Aaron Copland (November 14, 1900 – December 2, 1990) was an American composer, composition teacher, writer, and later a conductor of his own and other American music. Copland was referred to by his peers and critics as the "Dean of American Composers". The open, slowly changing harmonies in much of his music are typical of what many people consider to be the sound of American music, evoking the vast American landscape and pioneer spirit.
Aaron Copland was born in Brooklyn, New York, on November 14, 1900. He was the youngest of five children in a Conservative Jewish family of Lithuanian origins. While emigrating from Russia to the United States, Copland's father, Harris Morris Copland (1864–1945), lived and worked in Scotland for two to three years to pay for his boat fare to the United States. It was there that Copland's father may have Anglicized his surname "Kaplan" to "Copland," though Copland himself believed for many years that the change had been due to an Ellis Island immigration official when his father entered the country.
Copland began studying piano at the age of six, and by the time he was 15 he had decided to become a composer. As a first step Copland tried to learn harmony through a correspondence course. In 1917, he entered the Juilliard School of Music, where he studied with Rubin Goldmark and Nadia Boulanger.
In 1921, Copland traveled to Paris to study with Boulanger. In Paris, Copland was exposed to a wide range of musical influences, including jazz, folk music, and the music of Igor Stravinsky. He also began to develop his own unique style of composition.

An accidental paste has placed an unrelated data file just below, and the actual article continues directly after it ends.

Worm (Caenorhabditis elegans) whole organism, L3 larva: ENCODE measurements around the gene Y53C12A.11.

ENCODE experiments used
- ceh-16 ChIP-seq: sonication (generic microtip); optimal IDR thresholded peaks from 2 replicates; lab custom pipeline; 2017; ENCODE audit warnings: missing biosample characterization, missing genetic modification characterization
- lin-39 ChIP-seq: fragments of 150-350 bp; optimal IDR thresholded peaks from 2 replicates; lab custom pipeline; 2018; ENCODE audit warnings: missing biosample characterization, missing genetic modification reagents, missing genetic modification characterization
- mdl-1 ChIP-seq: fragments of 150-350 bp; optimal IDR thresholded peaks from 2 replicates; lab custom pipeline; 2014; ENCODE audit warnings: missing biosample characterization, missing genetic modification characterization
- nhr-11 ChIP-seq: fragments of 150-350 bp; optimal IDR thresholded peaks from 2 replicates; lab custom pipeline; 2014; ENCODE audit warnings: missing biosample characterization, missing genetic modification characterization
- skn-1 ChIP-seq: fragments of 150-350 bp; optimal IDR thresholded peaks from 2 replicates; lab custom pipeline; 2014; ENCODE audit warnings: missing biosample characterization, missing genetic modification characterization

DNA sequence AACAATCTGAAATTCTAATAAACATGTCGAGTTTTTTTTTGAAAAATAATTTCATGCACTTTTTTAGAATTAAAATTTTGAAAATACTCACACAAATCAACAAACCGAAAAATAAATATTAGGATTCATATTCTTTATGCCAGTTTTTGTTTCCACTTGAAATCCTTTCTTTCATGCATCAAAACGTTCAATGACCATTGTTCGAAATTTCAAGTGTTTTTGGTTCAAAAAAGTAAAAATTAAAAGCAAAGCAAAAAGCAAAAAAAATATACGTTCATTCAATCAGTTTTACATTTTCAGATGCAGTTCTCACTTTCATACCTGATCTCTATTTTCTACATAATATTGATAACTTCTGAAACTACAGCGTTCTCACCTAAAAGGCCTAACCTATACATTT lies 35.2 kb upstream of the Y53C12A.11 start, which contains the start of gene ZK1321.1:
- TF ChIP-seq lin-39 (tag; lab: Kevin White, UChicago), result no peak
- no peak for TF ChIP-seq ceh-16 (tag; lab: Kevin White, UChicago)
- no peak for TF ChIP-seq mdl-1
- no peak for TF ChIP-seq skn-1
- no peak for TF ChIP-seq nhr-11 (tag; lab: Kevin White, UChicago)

After returning to the United States in 1924, Copland quickly established himself as one of the leading composers of his generation. His music was praised for its freshness, originality, and American flavor. He wrote in a variety of genres, including orchestral music, chamber music, ballet, opera, and film scores.
Copland was also a gifted teacher and writer. He wrote several books on music, including What to Listen for in Music (1939) and Our Singing Country (1940). He also taught at the Juilliard School, the New School for Social Research, and the Aspen Music Festival.
Copland was a major figure in American music for over half a century. He was a pioneer in the development of a uniquely American style of music, and he helped to make American music known and loved around the world. He was awarded the Pulitzer Prize for Music in 1945, and he was also a recipient of the Kennedy Center Honors. Copland died in Sleepy Hollow, New York, on December 2, 1990.